Natural Cyclic Sustenance approaches the idea of plant production where the whole ecosystem is the goal, not simply the plant that catalyzed the creation of the ecosystem. It focuses on root causes, compounding factors, and cascading effects to achieve its goal, instead of addressing a problem on simply its visible scale. In this way we can generate long term solutions to problems in a plants life cycle, rather than focus on one harvest at a time, as well as recognize that processes occur on many different scales and the more scales that get utilized, the more established consistent quantity and quality become. A result of the clandestine, high risk, and fleeting nature of the cannabis production in the past, certain attitudes in regards to time frames, demands, and profits have become established into the mental framework of growers and many sustainable agriculture practices that have been adopted by mainstream farmers are overlooked. As cannabis steps forward into mainstream agriculture these long term strategies reveal themselves as viable options moving forward.

When looking to achieve the proper function conditioning of natural riparian areas, one looks to the limiting factor, identifies it, than looks to create an environment that bolsters that limiting factor. If water quality is the issue, focus on the plant life in the stream and on the banks, as they are going to act as a water filtration system. If plant life is the issue focus on catching sediment and creating venues for growth. If sediment is the limiting factor, focus on what is going on up gradient in the watershed. In this way you create a support system rather than a balancing act and you truly realize the cycle of a functioning ecosystem that produces extreme quality.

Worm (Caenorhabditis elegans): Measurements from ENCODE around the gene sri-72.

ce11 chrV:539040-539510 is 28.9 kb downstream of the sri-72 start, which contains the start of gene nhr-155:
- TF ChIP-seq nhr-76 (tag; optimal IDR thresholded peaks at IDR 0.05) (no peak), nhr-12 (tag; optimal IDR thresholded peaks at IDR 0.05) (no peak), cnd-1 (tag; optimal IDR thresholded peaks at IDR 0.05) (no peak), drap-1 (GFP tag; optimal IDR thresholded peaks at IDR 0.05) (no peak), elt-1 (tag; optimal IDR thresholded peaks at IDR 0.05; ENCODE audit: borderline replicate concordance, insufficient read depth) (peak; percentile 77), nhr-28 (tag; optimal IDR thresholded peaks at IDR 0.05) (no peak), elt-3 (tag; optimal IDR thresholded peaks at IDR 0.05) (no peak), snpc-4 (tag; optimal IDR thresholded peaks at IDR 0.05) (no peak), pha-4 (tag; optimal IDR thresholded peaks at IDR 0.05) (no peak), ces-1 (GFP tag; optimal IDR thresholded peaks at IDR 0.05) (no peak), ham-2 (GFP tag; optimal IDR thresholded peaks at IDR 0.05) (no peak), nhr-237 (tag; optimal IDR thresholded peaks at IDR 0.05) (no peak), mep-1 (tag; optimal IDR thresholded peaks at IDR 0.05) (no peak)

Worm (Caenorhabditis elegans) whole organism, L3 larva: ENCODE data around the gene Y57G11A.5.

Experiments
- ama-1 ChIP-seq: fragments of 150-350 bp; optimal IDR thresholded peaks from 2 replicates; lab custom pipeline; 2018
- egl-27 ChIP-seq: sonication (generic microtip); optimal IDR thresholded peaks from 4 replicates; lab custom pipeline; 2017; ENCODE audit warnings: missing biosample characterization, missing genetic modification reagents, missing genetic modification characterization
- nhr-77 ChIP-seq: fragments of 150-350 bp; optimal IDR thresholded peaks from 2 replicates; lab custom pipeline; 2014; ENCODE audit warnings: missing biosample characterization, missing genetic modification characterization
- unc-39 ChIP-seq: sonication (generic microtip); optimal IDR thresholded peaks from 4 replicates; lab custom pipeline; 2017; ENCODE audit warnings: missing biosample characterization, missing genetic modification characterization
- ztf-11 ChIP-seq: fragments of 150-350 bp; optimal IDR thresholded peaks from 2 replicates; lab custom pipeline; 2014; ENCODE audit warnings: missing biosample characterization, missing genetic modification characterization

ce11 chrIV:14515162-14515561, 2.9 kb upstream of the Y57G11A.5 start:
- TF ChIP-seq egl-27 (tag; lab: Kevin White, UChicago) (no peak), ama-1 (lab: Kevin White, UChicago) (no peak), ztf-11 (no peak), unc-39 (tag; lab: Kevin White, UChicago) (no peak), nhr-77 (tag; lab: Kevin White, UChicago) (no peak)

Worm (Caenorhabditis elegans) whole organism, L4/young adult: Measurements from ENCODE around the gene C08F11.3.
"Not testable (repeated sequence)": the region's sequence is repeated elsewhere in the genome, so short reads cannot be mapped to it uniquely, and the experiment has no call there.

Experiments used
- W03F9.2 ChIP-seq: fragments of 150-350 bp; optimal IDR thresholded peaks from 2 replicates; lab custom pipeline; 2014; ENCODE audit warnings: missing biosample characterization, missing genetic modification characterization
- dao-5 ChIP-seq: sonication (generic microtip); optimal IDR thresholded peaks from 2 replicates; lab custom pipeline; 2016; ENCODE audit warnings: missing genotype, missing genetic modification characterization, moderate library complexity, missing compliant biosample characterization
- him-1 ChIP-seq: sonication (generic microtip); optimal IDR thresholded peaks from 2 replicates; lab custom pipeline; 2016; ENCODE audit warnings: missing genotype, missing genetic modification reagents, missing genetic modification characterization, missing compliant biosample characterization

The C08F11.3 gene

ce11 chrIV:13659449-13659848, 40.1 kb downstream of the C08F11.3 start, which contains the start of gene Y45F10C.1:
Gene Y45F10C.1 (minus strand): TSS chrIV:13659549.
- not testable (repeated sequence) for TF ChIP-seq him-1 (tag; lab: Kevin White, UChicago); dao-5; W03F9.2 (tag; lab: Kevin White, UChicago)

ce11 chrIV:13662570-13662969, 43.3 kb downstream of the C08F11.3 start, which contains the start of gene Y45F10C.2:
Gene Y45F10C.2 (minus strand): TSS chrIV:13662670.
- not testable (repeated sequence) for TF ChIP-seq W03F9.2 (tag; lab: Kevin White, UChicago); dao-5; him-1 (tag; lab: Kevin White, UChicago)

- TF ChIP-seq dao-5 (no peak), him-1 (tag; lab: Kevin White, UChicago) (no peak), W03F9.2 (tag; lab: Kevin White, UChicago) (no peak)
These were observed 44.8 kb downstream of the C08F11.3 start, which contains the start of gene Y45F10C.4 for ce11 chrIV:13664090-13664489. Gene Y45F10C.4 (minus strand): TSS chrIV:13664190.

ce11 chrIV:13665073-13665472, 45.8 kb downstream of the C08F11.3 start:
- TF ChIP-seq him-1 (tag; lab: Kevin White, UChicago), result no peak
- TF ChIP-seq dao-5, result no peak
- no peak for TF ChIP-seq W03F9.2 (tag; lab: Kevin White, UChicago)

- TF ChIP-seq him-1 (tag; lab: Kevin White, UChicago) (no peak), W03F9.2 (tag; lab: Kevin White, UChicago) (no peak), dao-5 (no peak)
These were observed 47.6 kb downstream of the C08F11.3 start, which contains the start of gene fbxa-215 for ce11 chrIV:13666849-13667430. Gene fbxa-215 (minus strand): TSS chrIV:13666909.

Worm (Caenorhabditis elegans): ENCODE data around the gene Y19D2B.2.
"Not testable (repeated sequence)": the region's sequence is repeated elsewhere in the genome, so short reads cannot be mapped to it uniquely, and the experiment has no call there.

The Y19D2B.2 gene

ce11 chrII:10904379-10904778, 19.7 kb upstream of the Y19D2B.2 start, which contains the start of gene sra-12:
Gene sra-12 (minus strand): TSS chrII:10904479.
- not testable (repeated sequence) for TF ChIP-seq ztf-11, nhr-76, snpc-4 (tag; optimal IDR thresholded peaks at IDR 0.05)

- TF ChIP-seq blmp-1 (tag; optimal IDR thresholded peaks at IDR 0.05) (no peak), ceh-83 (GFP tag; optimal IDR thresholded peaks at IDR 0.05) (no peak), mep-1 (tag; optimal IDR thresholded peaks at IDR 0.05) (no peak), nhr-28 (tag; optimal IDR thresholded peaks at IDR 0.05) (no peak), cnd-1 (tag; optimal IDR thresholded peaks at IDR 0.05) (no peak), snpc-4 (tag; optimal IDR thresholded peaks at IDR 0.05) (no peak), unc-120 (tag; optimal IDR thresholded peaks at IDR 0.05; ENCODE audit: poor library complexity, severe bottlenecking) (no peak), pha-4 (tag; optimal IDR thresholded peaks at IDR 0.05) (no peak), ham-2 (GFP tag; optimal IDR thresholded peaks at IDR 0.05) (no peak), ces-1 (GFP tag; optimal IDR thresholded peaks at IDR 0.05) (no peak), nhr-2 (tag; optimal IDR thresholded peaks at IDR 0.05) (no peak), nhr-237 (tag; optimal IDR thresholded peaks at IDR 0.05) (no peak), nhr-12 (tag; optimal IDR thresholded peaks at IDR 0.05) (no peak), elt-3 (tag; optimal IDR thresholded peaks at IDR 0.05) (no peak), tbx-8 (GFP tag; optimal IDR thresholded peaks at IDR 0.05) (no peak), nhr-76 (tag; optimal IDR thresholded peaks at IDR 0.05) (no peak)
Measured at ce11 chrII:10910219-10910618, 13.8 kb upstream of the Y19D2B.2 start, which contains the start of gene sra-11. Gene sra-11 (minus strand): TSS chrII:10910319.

Using this perspective we can strive to create the proper function condition of the cannabis environment. Rather than attempting to give the plant exactly what it needs when it needs it, we attempt to mimic and catalyze the cycles in nature that will generate the desired end product over the course of generations. Many of the problems associated with current production facilities in terms of loss of yields due to insect and microbial pressures, overestimation of THC/CBD/terpene contents/yields due to unregulated pesticide/nutrient use in illegal grows, underestimation of costs due to economic assumptions based on illegal operations, and mediocre terpene profiles due to genetic selection based on THC content are mitigated by utilizing these cycles. An IPM strategy based on permitted pesticide applications reveals itself as a fleeting and costly solution. Understanding the science behind how nature uses equilibrium to deal with herbivore pressures reduces costs, increases efficacy of IPM strategies, as well as lowering the acceleration and pressure of insect and microbial pests. Plants, especially cannabis, have natural defense system to react to and defend against stress pressures in its environment.